This is part of BNN Bloomberg’s series on the formative summer jobs that helped shape the careers of Canadian business leaders.

Before he found entrepreneurial success as the co-founder of online dating platform Lavalife, former Dragon’s Den investor Bruce Croxon worked some physically gruelling jobs.

He landed his very first summer gig as a golf caddy in his native Scarborough, Ont. at age 12. He worked one round a day — two if he was lucky — at $8 to $10 per round, plus tips and complimentary lunch.

But Croxon, now co-founder of venture capital firm Round13 Capital, said the most impactful summer jobs he worked came after his high school graduation. When he was 18, he became a “roughneck” on oil rigs in Swan Hills, Alta. After that, he planted trees in northern British Columbia for three summers, which took him to the end of university.

Below, Croxon explains how he went from working in Canada's traditional commodities sector to becoming a cutting-edge tech leader, and offers advice on how young people can create their own opportunities.

Q: What was it like working as a roughneck?

A: The job was to run thousands of feet of oil pipes out of the ground, clean the hole and run the oil pipes back into the ground. We worked three weeks on, three days off.

Those were the biggest cheques I’d seen to date. They were in the thousands, at $20 to $25 an hour, plus time-and-a-half for overtime.

But that job really convinced me that I wanted to use my head to make a living, not my body, because that was a hard one. I still have scars from the oil contamination on my leg. It seeped through my coveralls. It gets into your pores and then it becomes a part of you.

Q: What about the tree planting?

A: We worked 14-hour days, three weeks on and then a day off to get supplies and then go back into the bush. But we got paid by how many trees you could put in the ground. So we’d plant upwards of 3,000 trees a day at say 10, 12 cents a tree on average. So you could make $300 to $400 a day. It was a very physically-demanding job, but it was extremely lucrative.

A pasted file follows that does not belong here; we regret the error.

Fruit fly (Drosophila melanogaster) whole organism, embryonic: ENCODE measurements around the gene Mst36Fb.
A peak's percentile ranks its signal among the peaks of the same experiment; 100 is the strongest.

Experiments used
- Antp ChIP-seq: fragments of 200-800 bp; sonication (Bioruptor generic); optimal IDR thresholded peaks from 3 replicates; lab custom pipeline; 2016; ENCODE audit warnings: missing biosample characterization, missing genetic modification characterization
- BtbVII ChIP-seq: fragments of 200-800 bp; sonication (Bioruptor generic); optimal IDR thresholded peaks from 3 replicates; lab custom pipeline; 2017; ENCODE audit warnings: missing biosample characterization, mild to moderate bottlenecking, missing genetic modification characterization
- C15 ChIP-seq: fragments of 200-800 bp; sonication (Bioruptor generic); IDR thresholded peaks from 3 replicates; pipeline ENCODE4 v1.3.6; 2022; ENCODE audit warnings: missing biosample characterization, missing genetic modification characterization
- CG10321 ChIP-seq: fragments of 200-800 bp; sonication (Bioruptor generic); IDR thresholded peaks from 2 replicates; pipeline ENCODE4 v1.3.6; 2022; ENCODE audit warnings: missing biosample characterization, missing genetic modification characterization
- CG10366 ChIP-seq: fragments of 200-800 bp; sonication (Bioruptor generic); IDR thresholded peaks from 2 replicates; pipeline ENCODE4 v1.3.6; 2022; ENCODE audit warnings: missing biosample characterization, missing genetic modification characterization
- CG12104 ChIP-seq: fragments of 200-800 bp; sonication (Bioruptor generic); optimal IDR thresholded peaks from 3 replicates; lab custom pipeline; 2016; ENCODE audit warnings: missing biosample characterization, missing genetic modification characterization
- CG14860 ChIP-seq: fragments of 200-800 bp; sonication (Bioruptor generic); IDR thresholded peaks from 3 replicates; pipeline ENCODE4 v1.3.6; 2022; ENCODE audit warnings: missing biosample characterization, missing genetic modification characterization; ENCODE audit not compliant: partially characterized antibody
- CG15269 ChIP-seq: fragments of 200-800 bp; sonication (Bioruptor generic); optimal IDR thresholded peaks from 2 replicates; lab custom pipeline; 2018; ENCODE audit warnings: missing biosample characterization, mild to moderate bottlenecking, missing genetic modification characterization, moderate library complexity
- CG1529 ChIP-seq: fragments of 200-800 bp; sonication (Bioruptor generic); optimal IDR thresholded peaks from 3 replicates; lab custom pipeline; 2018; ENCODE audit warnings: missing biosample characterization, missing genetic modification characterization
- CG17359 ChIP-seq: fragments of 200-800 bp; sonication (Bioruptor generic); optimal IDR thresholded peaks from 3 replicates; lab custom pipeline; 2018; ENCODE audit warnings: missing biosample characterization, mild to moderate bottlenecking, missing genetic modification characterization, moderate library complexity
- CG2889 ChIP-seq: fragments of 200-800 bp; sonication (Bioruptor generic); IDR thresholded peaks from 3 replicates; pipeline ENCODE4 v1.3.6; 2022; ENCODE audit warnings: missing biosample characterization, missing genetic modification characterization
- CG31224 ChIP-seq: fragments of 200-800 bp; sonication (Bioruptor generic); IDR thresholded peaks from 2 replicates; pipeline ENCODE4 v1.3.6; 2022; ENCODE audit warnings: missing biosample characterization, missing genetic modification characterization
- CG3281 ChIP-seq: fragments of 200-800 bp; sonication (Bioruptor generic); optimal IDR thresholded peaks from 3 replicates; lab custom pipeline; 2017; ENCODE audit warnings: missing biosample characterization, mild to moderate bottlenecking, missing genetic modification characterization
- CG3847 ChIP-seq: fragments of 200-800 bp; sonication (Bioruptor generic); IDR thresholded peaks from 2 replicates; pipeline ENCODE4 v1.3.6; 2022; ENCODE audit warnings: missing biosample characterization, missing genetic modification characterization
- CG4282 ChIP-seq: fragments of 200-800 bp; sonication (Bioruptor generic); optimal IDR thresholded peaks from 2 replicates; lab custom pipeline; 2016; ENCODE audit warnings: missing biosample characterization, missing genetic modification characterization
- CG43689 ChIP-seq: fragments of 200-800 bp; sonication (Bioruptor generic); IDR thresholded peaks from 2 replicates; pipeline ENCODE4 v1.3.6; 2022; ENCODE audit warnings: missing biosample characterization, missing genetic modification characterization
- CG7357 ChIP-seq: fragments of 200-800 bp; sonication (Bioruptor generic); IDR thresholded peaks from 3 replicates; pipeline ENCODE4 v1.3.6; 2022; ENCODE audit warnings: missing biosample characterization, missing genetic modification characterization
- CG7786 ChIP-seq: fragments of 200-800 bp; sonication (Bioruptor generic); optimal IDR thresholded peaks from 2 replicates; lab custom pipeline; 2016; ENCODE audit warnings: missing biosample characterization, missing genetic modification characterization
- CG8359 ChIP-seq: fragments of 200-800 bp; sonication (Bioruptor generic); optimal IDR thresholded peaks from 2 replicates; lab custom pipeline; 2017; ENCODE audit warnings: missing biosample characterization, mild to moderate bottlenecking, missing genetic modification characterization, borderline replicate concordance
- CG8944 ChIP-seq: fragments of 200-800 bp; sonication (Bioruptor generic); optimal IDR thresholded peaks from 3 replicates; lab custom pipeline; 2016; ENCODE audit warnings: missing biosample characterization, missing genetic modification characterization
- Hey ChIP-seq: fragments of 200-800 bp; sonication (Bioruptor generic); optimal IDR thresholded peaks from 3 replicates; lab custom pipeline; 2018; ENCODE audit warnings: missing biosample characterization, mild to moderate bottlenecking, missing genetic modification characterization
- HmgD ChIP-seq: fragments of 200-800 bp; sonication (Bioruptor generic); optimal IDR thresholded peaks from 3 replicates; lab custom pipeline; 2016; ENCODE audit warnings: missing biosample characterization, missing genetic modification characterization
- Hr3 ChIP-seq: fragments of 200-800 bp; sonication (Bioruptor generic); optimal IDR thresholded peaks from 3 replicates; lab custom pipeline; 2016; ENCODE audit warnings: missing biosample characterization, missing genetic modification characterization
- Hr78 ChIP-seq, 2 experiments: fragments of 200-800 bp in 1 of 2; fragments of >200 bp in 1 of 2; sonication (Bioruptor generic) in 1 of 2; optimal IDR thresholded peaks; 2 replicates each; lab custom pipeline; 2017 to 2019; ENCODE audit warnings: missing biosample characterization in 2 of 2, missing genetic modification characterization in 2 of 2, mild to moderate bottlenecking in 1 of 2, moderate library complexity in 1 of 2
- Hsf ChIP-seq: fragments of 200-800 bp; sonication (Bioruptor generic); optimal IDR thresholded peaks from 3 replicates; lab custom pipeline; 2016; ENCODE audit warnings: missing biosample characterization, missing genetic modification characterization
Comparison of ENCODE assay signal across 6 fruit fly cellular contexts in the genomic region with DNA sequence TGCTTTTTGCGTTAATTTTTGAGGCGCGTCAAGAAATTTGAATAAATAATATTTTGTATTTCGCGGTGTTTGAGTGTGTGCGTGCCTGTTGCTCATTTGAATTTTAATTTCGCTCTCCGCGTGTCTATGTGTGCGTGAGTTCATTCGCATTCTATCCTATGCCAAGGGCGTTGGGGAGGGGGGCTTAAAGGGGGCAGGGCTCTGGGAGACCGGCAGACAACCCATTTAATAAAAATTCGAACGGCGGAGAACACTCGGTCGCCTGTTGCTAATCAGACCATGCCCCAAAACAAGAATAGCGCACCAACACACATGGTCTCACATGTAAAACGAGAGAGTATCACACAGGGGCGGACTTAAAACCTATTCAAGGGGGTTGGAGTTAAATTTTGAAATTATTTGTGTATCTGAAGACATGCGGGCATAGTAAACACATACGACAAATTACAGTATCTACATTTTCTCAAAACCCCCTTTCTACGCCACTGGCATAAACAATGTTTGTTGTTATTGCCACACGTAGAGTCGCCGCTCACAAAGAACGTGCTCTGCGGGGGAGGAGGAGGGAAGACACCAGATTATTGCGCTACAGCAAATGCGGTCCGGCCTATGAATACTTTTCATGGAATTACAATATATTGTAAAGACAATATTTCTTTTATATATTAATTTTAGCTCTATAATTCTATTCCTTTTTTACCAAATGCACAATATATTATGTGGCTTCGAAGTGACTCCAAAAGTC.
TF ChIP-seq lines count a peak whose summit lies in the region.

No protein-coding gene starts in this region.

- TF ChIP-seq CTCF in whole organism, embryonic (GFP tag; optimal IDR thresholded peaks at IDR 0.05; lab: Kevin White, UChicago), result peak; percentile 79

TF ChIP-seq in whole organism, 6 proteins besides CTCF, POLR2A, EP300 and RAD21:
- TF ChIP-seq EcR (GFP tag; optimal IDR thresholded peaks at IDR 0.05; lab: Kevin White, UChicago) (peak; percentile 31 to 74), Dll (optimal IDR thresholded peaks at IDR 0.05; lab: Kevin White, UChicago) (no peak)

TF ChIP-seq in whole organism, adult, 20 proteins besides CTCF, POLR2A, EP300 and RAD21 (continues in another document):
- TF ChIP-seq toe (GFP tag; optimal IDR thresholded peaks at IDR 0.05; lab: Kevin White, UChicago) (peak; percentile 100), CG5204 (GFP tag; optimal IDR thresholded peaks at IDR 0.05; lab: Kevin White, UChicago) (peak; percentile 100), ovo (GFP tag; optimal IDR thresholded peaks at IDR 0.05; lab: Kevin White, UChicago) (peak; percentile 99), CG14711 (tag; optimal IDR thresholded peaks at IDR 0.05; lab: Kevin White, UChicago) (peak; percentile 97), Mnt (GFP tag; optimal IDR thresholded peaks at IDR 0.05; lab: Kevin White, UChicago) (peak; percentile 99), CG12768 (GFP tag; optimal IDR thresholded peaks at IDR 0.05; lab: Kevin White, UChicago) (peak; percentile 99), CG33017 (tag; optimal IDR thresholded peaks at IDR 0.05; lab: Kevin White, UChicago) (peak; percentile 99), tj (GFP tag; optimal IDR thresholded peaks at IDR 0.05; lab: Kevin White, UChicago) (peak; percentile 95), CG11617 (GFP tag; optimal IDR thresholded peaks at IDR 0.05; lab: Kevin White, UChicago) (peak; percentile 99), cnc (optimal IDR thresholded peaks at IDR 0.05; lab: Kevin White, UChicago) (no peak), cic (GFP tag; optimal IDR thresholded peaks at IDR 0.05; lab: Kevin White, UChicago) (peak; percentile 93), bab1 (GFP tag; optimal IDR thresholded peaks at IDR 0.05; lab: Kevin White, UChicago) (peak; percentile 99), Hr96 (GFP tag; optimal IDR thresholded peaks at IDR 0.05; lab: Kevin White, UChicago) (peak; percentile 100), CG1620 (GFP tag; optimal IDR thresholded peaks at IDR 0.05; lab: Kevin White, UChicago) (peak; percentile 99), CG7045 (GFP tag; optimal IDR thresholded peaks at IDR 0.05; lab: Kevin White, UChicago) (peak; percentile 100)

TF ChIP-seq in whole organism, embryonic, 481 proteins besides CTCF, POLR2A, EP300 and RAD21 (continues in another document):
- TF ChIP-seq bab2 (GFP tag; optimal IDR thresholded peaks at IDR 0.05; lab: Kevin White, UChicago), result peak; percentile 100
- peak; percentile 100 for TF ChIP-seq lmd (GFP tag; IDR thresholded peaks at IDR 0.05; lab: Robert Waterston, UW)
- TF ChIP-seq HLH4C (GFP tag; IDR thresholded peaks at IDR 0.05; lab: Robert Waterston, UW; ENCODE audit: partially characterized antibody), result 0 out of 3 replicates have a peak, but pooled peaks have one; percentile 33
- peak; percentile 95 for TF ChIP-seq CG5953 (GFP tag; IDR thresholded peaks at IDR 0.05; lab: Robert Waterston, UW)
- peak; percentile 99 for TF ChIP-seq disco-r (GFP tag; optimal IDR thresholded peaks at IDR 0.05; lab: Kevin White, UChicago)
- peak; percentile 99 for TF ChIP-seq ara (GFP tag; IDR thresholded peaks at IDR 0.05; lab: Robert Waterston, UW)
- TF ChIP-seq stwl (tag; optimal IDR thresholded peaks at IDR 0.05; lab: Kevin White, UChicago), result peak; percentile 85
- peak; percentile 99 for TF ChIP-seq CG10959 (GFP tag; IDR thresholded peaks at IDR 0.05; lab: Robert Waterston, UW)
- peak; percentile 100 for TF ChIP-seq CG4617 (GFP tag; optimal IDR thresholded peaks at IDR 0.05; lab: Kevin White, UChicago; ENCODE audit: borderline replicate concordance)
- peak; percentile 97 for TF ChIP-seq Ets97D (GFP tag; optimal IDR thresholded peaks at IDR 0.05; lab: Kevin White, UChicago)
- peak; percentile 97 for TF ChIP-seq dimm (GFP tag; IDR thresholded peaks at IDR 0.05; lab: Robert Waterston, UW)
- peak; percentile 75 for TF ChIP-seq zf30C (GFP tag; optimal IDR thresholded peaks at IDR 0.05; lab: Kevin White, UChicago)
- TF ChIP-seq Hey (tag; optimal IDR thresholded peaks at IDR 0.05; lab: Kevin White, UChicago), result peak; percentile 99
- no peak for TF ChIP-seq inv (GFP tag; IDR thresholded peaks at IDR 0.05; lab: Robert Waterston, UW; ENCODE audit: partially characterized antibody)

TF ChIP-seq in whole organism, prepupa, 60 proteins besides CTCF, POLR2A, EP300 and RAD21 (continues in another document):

I genuinely did enjoy that work. You’re out in beautiful nature. It was very, very hard but it was instantly rewarding and you could control your own destiny. In my career, I’ve been drawn most to occupations where you can control your own destiny, and I think that that’s a big part of being an entrepreneur.

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19-year-old Bruce in B.C.

Q: How did these jobs inform what came next for you?

The good thing about tree planting was that you could make enough in one summer to basically do whatever you wanted the rest of the year. So I ended up spending a year-and-a-half on the road just exploring the world, which opened my eyes to how different people did things and lived their lives. It was very formative in terms of my character.

Then I came back and started different startups, just trying to take different runs at starting businesses, and they were all hard. I needed to remember how hard it was to put in 3,000 trees in a day and just get up and do it again the next morning.

Q: What was your first entrepreneurial success?

A: The first one that I had a chance to really scale turned out to be Lavalife, which we built over 15 years — 600 people employed, $100-million-plus in revenue — that we were able to exit in 2004.

Q: What’s your advice for young people who want to start something of their own?

A: Pick what you love because you’re going to have to work even harder. Unlike when I started, the technology doesn’t keep other people out of the business. The cost has come out of it — there are no secrets, and that means you have to move quickly and work hard. And it’s a lot easier to be putting in time on your business on a Sunday if you are genuinely interested in the subject matter you’re working on. ​

Q: Is it necessary to work around the clock?

A: There’s a whole lot of conversation about mental health in the tech space these days, I’m cognizant of that. I’m not advocating driving yourself into the ground. But to think you’re going to get away with not putting your heart and soul into something, you’re fooling yourself.

This interview has been condensed and edited for clarity.